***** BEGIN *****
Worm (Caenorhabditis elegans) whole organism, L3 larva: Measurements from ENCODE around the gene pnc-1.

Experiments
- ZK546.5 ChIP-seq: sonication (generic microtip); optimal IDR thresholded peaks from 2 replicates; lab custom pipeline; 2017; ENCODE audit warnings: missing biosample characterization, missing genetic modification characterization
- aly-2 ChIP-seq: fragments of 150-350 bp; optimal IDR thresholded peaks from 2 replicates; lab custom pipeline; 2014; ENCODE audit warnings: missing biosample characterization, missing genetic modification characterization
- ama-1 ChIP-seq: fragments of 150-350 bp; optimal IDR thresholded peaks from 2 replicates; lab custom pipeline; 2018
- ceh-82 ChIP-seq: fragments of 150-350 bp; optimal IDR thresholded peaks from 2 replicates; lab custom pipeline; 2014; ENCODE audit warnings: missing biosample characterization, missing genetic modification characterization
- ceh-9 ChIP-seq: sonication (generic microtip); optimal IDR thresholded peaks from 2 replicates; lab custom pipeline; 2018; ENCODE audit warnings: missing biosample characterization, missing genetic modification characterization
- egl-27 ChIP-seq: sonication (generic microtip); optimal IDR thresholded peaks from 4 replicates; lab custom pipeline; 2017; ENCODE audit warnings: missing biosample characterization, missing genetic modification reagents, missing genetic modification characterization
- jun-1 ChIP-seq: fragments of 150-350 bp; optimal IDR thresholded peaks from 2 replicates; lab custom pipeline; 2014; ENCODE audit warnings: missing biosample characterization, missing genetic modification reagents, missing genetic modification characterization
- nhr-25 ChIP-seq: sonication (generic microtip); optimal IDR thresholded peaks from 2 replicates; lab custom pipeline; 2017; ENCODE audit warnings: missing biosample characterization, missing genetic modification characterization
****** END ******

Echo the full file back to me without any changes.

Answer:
Worm (Caenorhabditis elegans) whole organism, L3 larva: Measurements from ENCODE around the gene pnc-1.

Experiments
- ZK546.5 ChIP-seq: sonication (generic microtip); optimal IDR thresholded peaks from 2 replicates; lab custom pipeline; 2017; ENCODE audit warnings: missing biosample characterization, missing genetic modification characterization
- aly-2 ChIP-seq: fragments of 150-350 bp; optimal IDR thresholded peaks from 2 replicates; lab custom pipeline; 2014; ENCODE audit warnings: missing biosample characterization, missing genetic modification characterization
- ama-1 ChIP-seq: fragments of 150-350 bp; optimal IDR thresholded peaks from 2 replicates; lab custom pipeline; 2018
- ceh-82 ChIP-seq: fragments of 150-350 bp; optimal IDR thresholded peaks from 2 replicates; lab custom pipeline; 2014; ENCODE audit warnings: missing biosample characterization, missing genetic modification characterization
- ceh-9 ChIP-seq: sonication (generic microtip); optimal IDR thresholded peaks from 2 replicates; lab custom pipeline; 2018; ENCODE audit warnings: missing biosample characterization, missing genetic modification characterization
- egl-27 ChIP-seq: sonication (generic microtip); optimal IDR thresholded peaks from 4 replicates; lab custom pipeline; 2017; ENCODE audit warnings: missing biosample characterization, missing genetic modification reagents, missing genetic modification characterization
- jun-1 ChIP-seq: fragments of 150-350 bp; optimal IDR thresholded peaks from 2 replicates; lab custom pipeline; 2014; ENCODE audit warnings: missing biosample characterization, missing genetic modification reagents, missing genetic modification characterization
- nhr-25 ChIP-seq: sonication (generic microtip); optimal IDR thresholded peaks from 2 replicates; lab custom pipeline; 2017; ENCODE audit warnings: missing biosample characterization, missing genetic modification characterization